Remodeling Your Clothes
( Originally Published 1924 )
Since the World War many who had never previously known the meaning of the word economy or who had never given serious thought to the extravagance of waste have awakened to the part they have in diminishing the misery of the world. Many others, who have not yet become ethically conscious of the fact that all waste is morally wrong, have been compelled by stern necessity to practise economy.
One of the first means of practising economy is in the matter of clothes. In families where there are children who grow out of their clothes more rapidly than they wear them out, it becomes necessary to lengthen garments very often. In making garments for children it is always a wise provision to make generous allowances for hems, as this will solve the future need for lengthening. Often if one fears that the change in the hem will be notice-able, a tuck to supply added length may be so hidden that it will not be seen. This is better than ripping tucks at the bottom of skirts, unless it is done in such goods where the marks of the stitching remove easily. In wash dresses it is a wise precaution to have an extra piece of goods laundered each time with the dress, so that it will match perfectly when any remodeling is done to the garment.
While remodeling clothes may sound purely economical, for the ingenious and thrifty person it really is an interesting process. Some of the most attractive designs and artistic touches are simply the result of experiments in remodeling. Occasionally all that is necessary is but to change the lines of a gown or suit or coat to harmonize a little better with the season's prevailing fashion. Some-times in seasons where combinations are approved, two garments may be made over into one as good as new. A little touch of hand-work, such as embroidery, beading, or braiding, is almost always acceptable and is an attractive means of camouflaging a seam or the insert of an extra piece in the garment.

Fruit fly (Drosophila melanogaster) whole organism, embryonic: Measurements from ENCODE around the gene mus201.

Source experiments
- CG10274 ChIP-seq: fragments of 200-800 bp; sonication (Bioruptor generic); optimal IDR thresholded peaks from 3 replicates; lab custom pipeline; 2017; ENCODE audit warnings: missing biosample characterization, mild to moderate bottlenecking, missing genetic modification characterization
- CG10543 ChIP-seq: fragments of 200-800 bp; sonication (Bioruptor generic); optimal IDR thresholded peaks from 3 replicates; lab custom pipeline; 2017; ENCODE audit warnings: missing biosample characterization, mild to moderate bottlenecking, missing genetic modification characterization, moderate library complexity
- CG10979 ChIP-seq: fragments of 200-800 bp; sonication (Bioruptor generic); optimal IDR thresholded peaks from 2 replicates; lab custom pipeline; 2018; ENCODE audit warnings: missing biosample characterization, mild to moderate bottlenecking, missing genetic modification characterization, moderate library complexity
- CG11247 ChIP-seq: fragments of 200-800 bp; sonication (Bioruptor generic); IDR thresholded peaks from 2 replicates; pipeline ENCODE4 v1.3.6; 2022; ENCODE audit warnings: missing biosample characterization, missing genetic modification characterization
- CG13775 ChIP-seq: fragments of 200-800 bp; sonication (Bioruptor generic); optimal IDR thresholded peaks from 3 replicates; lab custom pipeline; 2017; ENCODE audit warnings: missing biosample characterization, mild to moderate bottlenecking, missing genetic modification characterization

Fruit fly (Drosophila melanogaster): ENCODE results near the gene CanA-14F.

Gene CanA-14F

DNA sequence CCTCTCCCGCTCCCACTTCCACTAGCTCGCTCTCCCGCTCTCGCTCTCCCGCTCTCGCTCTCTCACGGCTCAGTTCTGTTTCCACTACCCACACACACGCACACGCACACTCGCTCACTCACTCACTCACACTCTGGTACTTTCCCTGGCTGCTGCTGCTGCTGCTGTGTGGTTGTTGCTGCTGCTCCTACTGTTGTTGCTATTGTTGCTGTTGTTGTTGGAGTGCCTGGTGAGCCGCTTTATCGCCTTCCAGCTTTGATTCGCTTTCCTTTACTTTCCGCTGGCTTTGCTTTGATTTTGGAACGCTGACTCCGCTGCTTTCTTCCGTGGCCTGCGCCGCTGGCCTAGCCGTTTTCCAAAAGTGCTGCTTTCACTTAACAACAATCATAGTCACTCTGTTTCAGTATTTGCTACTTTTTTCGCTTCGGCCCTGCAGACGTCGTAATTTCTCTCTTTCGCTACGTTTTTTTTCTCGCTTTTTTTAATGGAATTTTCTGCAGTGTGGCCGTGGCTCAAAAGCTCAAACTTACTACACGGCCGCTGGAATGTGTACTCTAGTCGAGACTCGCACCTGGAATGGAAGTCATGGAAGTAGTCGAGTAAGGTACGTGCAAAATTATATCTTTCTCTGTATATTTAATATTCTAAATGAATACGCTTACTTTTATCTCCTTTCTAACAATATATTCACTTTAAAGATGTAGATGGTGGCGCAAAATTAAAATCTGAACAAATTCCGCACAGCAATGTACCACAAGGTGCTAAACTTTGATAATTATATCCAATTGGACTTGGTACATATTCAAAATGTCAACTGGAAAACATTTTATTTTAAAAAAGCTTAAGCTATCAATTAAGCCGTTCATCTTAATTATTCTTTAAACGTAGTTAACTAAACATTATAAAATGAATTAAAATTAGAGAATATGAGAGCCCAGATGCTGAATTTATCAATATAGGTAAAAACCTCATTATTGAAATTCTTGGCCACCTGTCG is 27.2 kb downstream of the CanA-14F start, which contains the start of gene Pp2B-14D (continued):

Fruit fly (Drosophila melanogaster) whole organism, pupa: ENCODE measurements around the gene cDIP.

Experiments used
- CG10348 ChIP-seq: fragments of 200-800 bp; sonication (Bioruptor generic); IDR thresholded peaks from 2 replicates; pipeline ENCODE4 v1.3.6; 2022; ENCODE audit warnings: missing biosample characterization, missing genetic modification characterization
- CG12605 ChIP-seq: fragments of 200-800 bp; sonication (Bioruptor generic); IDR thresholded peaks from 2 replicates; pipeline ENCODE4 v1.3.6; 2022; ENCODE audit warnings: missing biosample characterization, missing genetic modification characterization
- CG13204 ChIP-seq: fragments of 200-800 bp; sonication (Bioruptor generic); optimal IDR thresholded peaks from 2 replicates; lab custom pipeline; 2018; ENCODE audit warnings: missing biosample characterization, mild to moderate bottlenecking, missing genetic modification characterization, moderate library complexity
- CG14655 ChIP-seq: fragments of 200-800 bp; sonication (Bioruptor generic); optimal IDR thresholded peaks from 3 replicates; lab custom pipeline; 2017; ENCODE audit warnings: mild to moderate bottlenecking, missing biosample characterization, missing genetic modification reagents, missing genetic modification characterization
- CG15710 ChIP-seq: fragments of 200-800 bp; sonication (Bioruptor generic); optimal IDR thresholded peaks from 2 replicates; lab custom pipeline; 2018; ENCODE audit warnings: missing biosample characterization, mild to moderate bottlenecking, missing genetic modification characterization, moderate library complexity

Children's clothes may be made from the best parts of clothing discarded by their elders. Women's dresses or outer coats furnish ample material for the dress or coat of a child. Men's suits, usually made of such durable materials, never wear out in all parts, and make splendid suits or separate pants for small boys.
One thing is imperative if successful results are to be accomplished in remodeling, and that is to have all goods thoroughly cleaned, sponged, and pressed before making them up. Garments made up without observing this rule always show creases and old stitchings that destroy whatever good appearance the garment might otherwise have.
If dyeing is to be part of the remodeling process, the old garments should be carefully ripped and washed thoroughly before dyeing. After the dyeing is done, great care should be taken that the pressing leaves the goods straight, and not drawn out of shape. Always press goods under a damp cloth, never letting the hot iron touch the surface of the goods to leave shiny lines or marks.
Many people take their material which needs steaming and pressing to a good tailor who does it on a machine especially made for this purpose. It saves the tedious and hard work at home where equipment is very often inadequate.
All ready-made garments should be gone over before they are worn, as there are always ends to be fastened, and hooks and eyes that need to be made secure. If a garment ever gets fitted to the body in out-of-place lines it will never look just right. Having every fastener in place for the first wearing will do much to obviate this danger.
Before remodeling a garment, decide whether the finished garment will give sufficient service and satisfaction to be worth the time and energy which have to be expended in the work. If the material in an old garment still has wearing quality and can be refreshened so that it will look well made into a garment suited to the wearer and the use for which it is intended, then remodeling is worth-while, otherwise it is not to be recommended.